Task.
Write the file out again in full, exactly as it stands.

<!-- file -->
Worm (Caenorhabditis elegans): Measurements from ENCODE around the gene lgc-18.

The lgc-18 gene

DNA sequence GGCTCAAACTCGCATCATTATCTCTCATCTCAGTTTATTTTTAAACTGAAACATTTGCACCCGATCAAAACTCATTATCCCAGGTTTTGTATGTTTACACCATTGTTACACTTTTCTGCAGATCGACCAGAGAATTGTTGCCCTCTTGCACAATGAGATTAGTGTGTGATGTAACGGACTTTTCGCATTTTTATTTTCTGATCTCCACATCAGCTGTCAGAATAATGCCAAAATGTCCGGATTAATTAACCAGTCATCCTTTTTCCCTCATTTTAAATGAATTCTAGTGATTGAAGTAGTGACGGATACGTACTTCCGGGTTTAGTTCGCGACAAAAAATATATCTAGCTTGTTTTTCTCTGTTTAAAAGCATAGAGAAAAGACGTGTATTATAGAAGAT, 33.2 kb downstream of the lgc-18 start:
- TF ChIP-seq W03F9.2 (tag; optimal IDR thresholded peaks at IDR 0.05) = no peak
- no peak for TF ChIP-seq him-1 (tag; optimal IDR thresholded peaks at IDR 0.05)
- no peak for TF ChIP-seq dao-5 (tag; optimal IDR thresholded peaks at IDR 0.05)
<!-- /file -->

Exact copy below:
Worm (Caenorhabditis elegans): Measurements from ENCODE around the gene lgc-18.

The lgc-18 gene

DNA sequence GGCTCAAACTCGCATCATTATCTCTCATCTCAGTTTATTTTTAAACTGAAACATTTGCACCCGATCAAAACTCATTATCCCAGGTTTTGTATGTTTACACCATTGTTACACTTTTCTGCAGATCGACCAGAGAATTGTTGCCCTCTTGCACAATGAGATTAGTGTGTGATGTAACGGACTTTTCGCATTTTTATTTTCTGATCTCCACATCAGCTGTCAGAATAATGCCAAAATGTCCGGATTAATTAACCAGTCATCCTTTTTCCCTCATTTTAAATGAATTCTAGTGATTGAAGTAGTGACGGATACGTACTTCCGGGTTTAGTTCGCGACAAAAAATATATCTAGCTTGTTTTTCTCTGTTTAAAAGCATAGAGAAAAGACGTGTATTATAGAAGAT, 33.2 kb downstream of the lgc-18 start:
- TF ChIP-seq W03F9.2 (tag; optimal IDR thresholded peaks at IDR 0.05) = no peak
- no peak for TF ChIP-seq him-1 (tag; optimal IDR thresholded peaks at IDR 0.05)
- no peak for TF ChIP-seq dao-5 (tag; optimal IDR thresholded peaks at IDR 0.05)